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New Retirement Plan Distribution Rules Provide Flexibility

Printed December, 2001, Business Opportunities Journal
By – J. Graydon Coghlan – Coghlan Financial Group, Inc.

In January, the Internal Revenue Service took action to simplify the regulations that govern how much money people over the age of 70 1/2 and beneficiaries must withdraw each year from tax-deferred retirement accounts, such as Individual Retirement Accounts (IRA’s) and 401(k) plans.

For many retirees, the changes will lower the annual amount they need to withdraw, allowing more of their assets the opportunity to continue growing tax-deferred and lowering their annual tax liability. For those who stand to inherit the assets, the changes bring more ways to spread out the distributions over a number over a number of years and reduce taxes on the assets.

Distribution rule changes

While the regulations are complex we’ll examine three changes here:

Single method of calculating mandatory lifetime distributions.

Until the IRS issued the new re-proposed regulations, people had to choose between six methods of calculating required minimum distributions from retirement accounts that are mandated for account holders once they reach age 70 1/2. The methods were based on a life expectancy factor that involved both the account holder’s and the beneficiary’s age.

The new re-proposed regulations substitute a single method using a table that is based on the joint life expectancy of the account holder and hypothetical beneficiary who is 10 year younger than the account holder. This method is used regardless of whether or not the account holder whose sole beneficiary is a spouse who is more than then years younger than the account holder. In that case, actual joint ages can be used for the calculation, producing an even smaller required minimum distribution.

The standard table is the minimum incidental benefit life expectancy table, known as the MDIB table. Using this standard table, a person will divide the account balance as of the end of the prior year by the life expectancy factor to arrive at each year’s required minimum distribution.

For many people the new calculation method will result in lower required minimum distributions. Because withdrawals are taxed as regular income, many people will benefit from a smaller tax bill on the lesser distribution each year as well. In addition, assets that remain in the account will continue to qualify for tax-deferred growth.

Flexibility in designating a beneficiary.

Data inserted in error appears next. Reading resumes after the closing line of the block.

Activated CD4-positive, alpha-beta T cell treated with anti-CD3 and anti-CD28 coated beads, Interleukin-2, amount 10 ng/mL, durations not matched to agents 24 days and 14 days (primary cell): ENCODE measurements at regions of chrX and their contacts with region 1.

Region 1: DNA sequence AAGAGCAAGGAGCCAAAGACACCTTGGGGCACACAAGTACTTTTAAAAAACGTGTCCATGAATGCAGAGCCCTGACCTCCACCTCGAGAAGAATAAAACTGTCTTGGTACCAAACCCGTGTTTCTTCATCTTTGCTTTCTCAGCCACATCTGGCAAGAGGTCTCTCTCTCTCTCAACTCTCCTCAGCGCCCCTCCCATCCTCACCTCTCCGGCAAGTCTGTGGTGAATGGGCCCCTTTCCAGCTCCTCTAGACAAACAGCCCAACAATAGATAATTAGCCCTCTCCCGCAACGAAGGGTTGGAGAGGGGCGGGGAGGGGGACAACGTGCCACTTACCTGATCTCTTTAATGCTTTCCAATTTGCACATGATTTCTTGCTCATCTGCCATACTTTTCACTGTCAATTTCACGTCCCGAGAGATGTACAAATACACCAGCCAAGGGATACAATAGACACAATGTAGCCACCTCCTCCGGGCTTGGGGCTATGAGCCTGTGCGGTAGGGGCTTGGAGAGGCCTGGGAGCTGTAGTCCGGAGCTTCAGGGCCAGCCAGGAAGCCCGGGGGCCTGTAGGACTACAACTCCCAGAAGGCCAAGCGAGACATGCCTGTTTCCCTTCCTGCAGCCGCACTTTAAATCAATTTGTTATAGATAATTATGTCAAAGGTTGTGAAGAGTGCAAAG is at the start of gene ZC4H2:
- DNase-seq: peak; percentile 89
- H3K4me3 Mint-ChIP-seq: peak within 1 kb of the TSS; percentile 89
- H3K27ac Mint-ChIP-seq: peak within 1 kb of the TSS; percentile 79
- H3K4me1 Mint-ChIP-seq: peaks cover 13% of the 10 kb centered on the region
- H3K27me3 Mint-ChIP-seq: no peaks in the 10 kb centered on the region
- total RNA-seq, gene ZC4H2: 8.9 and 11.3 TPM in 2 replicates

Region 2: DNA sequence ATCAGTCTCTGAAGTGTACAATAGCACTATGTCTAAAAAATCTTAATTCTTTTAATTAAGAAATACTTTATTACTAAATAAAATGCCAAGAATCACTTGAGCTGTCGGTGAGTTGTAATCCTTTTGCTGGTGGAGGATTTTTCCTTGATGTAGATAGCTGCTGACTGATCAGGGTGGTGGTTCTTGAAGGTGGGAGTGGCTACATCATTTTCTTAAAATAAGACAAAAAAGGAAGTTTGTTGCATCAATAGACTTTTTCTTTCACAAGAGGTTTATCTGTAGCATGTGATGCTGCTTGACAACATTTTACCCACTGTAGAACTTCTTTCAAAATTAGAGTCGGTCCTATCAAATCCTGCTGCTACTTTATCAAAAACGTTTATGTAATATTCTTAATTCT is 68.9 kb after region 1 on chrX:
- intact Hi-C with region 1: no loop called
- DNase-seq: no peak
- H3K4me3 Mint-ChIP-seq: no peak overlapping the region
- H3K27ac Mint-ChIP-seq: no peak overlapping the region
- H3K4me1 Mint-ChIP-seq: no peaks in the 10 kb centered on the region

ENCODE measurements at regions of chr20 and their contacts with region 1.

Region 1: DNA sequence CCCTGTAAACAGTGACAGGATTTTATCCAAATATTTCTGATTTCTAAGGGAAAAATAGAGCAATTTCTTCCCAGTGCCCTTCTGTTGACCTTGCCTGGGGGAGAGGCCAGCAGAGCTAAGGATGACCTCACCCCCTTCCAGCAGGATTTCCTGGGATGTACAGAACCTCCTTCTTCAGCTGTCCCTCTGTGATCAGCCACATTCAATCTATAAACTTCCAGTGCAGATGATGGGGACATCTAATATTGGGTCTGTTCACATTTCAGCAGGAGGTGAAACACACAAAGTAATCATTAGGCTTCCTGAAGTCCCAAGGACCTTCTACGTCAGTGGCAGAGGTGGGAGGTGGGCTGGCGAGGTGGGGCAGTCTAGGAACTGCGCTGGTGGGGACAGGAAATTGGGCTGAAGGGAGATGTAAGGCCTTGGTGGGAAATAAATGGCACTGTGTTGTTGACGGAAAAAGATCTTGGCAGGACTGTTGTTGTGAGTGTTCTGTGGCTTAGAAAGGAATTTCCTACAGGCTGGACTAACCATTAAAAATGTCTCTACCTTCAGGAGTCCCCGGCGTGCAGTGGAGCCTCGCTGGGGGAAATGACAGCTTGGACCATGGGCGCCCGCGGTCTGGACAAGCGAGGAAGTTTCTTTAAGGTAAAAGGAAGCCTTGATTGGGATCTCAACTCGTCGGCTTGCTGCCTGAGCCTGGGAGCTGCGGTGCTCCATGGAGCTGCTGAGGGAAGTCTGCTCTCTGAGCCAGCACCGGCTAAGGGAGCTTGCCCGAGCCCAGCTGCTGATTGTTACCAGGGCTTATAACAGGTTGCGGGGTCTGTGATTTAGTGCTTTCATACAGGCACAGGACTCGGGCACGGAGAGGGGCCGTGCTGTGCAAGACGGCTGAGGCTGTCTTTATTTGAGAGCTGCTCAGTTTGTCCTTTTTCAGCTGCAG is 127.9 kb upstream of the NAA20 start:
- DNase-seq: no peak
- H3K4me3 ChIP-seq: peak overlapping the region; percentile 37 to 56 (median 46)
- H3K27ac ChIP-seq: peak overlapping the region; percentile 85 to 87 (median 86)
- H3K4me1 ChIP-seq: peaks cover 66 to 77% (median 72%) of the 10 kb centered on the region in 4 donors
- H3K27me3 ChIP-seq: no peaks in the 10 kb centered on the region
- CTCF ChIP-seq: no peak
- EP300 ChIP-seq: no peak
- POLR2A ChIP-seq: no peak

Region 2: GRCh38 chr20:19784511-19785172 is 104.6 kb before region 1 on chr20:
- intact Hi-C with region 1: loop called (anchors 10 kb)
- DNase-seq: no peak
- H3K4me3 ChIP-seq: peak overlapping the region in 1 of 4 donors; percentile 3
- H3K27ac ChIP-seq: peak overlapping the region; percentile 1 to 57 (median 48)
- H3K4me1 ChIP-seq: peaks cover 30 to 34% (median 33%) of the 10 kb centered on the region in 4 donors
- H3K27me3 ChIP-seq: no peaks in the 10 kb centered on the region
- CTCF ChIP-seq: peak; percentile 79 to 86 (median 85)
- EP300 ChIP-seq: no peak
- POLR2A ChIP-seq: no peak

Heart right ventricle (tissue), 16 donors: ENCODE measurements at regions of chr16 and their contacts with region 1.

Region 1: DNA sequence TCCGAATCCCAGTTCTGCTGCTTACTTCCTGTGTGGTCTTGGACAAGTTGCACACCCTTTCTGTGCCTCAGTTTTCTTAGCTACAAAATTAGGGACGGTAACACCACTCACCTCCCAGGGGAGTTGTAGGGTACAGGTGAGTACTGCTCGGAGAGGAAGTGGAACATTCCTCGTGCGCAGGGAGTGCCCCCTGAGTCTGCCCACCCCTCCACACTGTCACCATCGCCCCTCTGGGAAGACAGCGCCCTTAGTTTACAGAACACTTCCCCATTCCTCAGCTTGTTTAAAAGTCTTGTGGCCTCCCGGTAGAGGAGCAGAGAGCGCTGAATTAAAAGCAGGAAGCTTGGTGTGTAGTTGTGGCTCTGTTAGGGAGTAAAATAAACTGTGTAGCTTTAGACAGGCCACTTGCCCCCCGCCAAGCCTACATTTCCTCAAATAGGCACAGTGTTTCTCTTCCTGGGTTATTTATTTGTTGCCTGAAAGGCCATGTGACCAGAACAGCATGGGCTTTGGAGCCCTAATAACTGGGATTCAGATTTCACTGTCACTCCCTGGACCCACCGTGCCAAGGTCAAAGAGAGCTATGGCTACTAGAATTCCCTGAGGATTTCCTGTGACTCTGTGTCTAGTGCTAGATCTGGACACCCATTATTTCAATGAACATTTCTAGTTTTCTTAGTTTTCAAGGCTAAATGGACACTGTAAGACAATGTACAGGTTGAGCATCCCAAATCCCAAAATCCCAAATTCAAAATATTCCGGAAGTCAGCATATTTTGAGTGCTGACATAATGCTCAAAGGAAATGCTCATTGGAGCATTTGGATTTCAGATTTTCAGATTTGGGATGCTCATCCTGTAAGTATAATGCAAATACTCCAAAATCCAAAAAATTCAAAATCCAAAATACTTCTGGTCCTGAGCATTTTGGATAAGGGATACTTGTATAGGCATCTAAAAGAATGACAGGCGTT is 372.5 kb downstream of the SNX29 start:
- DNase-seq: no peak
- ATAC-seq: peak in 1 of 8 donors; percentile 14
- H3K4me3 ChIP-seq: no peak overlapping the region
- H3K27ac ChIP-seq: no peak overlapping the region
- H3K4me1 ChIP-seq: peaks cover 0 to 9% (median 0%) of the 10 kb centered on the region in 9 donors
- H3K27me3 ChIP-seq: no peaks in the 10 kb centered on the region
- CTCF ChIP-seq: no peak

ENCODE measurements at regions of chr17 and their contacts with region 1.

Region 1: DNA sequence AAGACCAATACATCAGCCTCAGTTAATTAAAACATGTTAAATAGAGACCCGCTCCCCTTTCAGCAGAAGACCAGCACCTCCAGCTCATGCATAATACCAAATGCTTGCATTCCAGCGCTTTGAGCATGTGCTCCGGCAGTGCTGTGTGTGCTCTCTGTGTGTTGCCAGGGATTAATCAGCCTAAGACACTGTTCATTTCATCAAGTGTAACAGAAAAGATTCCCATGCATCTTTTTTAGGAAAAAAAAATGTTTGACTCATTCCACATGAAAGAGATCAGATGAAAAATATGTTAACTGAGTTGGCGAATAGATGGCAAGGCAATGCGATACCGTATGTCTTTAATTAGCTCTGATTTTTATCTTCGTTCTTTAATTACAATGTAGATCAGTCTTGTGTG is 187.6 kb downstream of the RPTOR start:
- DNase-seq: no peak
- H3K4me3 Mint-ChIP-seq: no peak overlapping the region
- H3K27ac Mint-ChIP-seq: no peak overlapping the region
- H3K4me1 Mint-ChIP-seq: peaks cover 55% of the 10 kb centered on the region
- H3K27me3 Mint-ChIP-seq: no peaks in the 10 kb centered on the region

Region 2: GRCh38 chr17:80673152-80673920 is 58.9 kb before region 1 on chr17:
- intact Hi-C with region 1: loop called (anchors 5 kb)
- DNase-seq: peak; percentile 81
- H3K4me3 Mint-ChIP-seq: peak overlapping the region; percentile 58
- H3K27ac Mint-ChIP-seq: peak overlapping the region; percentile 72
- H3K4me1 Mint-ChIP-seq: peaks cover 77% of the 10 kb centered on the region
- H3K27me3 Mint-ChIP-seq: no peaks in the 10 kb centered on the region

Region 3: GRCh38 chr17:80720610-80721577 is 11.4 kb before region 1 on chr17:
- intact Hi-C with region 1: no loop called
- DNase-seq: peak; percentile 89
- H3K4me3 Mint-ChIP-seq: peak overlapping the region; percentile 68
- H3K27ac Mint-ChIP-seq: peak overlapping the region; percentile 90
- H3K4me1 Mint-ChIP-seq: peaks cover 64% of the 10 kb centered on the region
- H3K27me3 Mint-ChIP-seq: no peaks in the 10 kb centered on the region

Previously, the calculation method, based on the eldest beneficiary named on the account, was an irrevocable decision. Now, because distribution calculations are no longer linked to a designated beneficiary, an account’s beneficiary can be changed at any time without an adverse effect on the required minimum distribution amount.

New choices with inherited accounts.

The regulations allow new flexibility for beneficiaries to extend an account’s tax-deferred benefits. For accounts that pass to a spouse, payments continue using the spouse’s single life expectancy. For beneficiaries other than a spouse, separate inherited accounts can be distributed according to each beneficiary’s single life expectancy. These new rules generally allow beneficiaries to maintain a tax-deferred account over a greater number of years than before.

If an account has no designated beneficiary and the account holder dies after starting to take required minimum distributions, the assets will be paid out over the account holder’s remaining life expectancy reduced by one year each year. If an account has no beneficiary and the account holder dies before required minimum distributions start, the balance may be paid out over five years.

It is important to follow these IRS regulations carefully. For those who take out less than the required minimum distribution amount each year after 70 1/2, the IRS continues to assess a 50 percent penalty tax on the amount that should have been distributed.

Need to follow new rules

Although these new regulations don’t take effect until January 2002, the IRS is allowing account holders to use the new calculation method for calendar year 2001 required minimum distributions if they choose, regardless of the terms of their IRA documents.

If, however, you participated in an employer-sponsored retirement account, like a 401(k) plan, you cannot use the new regulations until your plan provider amends the appropriate documents. You’ll want to talk with your legal or tax advisor to see when and whether you should take advantage of these new distribution rules.

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